On May 16, 2005, the Court ruled that the statutory schemes in New York and Michigan were in violation of the dormant Commerce Clause. The ruling was a turning point in several respects. It helped industry representatives work with legislators in affected states to reinforce the benefits and proven track record of the NCSL-adopted, model direct shipping bill, which the wine industry had adopted in 1997 and was working successfully in several states. Also, the ruling was one of the biggest wine news stories of the decade, helping agitate wine lovers who conveyed their support for legislative changes through the online communication channels set up by Free the Grapes.

Massachusetts: 1st Circuit Court of Appeals Rules Capacity Cap Unconstitutional

In July 2014, Governor Patrick signed the state’s budget bill which included provisions for winery-to-consumer shipments, effective January 2015.

His signature capped a nearly decade-long effort that began in September 2006 when CFT supported Family Winemakers of California in suing Massachusetts. Family Winemakers of California vs. Jenkins challenged the law that prohibited winery-to-consumer shipping if the winery had been represented by a Massachusetts wholesaler within the last six months, or if the winery produced more than 30,000 gallons of wine a year. All Massachusetts wineries could ship to consumers and sell to wholesalers.

In summary, the old statute’s capacity cap provision effectively banned shipments from the largest wineries, and a consumer-based shipping quantity limit effectively banned shipments from smaller wineries which could, in theory, ship directly to consumers.

In 2008, CFT and Family Winemakers of California won the case. Tracy Genesen led the legal team to the first case of its kind to successfully defeat a gallonage cap restriction. The ruling was appealed – and defended by FWC and CFT – until it was upheld in January 2010 by the 1st Circuit U.S. Court of Appeals. The result is the opening of another state next January that ranks 7th for wine consumption in the U.S., leaving Pennsylvania as the only large state (#12) that continues an archaic ban on winery direct sales.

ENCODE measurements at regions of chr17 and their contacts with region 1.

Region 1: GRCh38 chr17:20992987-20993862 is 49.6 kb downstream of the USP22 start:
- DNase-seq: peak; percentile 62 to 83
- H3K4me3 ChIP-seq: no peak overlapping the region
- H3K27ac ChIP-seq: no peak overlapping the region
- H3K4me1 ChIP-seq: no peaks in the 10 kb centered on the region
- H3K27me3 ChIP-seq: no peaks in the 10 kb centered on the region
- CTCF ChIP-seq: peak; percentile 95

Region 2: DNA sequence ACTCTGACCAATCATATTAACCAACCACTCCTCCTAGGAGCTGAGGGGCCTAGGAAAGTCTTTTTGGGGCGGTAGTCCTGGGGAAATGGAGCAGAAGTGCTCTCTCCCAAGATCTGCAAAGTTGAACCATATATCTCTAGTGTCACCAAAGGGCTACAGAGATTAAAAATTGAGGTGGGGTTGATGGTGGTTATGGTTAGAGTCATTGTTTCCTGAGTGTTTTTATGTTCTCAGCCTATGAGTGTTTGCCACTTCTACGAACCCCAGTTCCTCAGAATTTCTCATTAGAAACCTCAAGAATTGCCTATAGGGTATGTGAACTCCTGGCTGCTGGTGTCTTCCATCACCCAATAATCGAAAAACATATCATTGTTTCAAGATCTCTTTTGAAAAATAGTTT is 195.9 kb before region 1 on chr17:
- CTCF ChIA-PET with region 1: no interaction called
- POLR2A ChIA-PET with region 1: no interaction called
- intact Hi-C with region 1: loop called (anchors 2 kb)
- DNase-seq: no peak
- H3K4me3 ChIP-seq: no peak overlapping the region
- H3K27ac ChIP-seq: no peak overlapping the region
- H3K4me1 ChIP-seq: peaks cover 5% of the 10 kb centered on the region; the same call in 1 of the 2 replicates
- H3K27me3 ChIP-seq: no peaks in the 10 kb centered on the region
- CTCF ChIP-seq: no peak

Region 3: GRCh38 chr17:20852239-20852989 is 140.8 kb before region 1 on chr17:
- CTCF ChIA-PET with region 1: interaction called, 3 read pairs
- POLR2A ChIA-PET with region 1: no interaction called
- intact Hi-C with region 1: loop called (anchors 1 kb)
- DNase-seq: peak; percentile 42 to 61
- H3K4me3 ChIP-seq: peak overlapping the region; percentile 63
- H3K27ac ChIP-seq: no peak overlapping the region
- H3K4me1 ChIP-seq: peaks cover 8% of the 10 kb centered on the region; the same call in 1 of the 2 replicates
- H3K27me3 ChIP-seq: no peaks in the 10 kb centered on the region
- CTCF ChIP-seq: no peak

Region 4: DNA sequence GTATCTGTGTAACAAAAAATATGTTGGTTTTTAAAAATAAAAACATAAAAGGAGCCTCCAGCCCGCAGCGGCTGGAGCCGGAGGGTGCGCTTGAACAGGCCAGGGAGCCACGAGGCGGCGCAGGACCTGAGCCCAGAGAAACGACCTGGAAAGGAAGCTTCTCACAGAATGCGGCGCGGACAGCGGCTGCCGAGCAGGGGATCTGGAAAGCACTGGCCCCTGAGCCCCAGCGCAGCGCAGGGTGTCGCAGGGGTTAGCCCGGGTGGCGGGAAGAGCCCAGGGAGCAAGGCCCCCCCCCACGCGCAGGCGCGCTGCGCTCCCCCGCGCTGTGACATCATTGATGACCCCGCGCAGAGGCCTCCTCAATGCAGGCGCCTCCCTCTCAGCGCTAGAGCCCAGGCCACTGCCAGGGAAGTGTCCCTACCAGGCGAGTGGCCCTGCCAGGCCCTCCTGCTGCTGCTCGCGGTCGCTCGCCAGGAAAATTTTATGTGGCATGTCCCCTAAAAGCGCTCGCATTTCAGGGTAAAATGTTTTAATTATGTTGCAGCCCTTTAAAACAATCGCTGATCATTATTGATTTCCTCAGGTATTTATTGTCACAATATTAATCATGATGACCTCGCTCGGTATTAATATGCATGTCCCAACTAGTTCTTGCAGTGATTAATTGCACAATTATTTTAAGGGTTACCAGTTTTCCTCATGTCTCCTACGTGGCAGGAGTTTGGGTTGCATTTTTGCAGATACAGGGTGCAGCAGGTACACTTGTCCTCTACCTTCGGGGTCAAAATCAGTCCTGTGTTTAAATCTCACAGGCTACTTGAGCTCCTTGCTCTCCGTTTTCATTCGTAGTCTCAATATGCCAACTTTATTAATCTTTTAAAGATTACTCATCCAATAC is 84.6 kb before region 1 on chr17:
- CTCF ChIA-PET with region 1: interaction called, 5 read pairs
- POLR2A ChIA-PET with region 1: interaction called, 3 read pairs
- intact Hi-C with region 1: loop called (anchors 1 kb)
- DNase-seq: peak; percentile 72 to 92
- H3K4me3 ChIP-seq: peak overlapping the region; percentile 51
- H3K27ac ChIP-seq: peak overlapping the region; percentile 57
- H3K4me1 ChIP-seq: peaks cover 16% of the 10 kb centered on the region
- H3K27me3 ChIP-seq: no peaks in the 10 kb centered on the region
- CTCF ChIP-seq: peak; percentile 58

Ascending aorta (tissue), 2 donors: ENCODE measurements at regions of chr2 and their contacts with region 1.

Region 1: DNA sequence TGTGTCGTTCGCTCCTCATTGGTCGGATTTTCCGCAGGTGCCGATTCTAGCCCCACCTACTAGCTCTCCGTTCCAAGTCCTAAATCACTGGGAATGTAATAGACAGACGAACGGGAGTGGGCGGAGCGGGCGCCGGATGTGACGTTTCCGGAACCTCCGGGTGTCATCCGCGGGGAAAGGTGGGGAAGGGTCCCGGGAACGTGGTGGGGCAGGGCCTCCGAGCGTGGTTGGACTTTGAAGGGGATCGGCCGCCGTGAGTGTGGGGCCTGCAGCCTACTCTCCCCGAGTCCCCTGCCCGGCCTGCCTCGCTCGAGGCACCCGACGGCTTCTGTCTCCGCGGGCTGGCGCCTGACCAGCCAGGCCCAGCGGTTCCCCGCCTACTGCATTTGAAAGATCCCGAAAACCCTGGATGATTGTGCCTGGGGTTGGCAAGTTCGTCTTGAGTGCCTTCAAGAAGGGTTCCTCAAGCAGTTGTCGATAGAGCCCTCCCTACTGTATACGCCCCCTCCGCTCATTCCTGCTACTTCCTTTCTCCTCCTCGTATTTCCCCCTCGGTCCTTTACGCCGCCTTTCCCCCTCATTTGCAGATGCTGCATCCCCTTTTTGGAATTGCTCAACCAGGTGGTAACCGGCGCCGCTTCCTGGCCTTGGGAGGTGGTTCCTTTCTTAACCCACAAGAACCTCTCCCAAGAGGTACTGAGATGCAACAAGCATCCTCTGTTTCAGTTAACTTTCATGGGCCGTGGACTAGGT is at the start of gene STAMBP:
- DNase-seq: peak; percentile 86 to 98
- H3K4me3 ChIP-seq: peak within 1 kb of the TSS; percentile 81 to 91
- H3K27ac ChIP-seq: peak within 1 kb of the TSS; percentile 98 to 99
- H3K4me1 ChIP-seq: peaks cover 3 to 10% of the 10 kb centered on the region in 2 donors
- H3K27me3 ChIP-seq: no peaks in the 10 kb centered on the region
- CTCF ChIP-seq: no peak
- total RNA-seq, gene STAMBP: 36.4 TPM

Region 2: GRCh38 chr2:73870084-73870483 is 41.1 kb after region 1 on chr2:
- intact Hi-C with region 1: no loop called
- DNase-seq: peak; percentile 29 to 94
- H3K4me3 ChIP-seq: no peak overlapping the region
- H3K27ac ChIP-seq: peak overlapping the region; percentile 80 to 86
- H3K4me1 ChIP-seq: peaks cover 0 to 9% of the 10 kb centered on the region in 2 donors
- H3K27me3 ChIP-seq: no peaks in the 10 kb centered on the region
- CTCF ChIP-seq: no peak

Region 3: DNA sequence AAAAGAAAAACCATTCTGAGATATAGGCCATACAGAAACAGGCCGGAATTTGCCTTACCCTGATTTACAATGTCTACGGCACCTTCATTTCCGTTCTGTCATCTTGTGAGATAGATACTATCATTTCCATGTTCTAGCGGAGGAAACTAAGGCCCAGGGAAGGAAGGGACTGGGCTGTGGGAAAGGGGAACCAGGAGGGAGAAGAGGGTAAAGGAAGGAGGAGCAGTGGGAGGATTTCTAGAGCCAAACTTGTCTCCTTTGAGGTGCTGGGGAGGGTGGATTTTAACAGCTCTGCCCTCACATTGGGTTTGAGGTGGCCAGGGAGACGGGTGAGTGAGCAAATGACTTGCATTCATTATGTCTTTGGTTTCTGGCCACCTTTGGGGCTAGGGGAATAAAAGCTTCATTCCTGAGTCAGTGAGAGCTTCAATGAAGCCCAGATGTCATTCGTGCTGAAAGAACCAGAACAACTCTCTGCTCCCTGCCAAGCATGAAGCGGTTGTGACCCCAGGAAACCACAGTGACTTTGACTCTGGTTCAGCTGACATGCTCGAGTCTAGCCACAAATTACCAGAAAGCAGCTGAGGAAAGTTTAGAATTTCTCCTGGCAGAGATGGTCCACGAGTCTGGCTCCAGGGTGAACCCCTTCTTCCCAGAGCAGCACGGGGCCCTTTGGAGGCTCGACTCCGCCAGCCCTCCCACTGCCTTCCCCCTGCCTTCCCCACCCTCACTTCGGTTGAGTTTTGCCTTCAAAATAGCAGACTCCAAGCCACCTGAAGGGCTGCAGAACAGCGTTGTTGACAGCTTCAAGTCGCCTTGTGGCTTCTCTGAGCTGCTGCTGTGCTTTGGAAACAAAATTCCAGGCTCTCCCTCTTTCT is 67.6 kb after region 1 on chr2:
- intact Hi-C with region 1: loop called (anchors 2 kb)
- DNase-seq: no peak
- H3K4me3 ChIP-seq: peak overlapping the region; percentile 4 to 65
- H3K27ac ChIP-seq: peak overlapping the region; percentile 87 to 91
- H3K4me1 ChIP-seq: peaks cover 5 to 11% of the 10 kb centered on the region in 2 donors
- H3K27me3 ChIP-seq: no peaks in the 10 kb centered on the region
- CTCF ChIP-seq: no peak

Between the founding of Coalition for Free Trade and today, the number of U.S. wineries increased from 1,820 to 8,806 (source: 1995 and 2012 figures from Wine Institute). Fortunately for those wineries, dramatic changes in winery direct shipping laws provide them with new options:

  • The number of legal winery-direct shipping states has increased to 11 to 41 (42 starting next year); current legal states represent 89.4% of total U.S. population;
  • The model direct shipping bill is in place in most states, providing a statutory framework for compliance; and
  • Several states have removed felony provisions as well as overly cumbersome provisions; for example, Virginia and Georgia removed their vintner background check requirements.
  • Today, legislative activities continue to streamline onerous regulations, to defend favorable statutes, and to remove capacity caps, wholesaler exclusions and on-site requirements.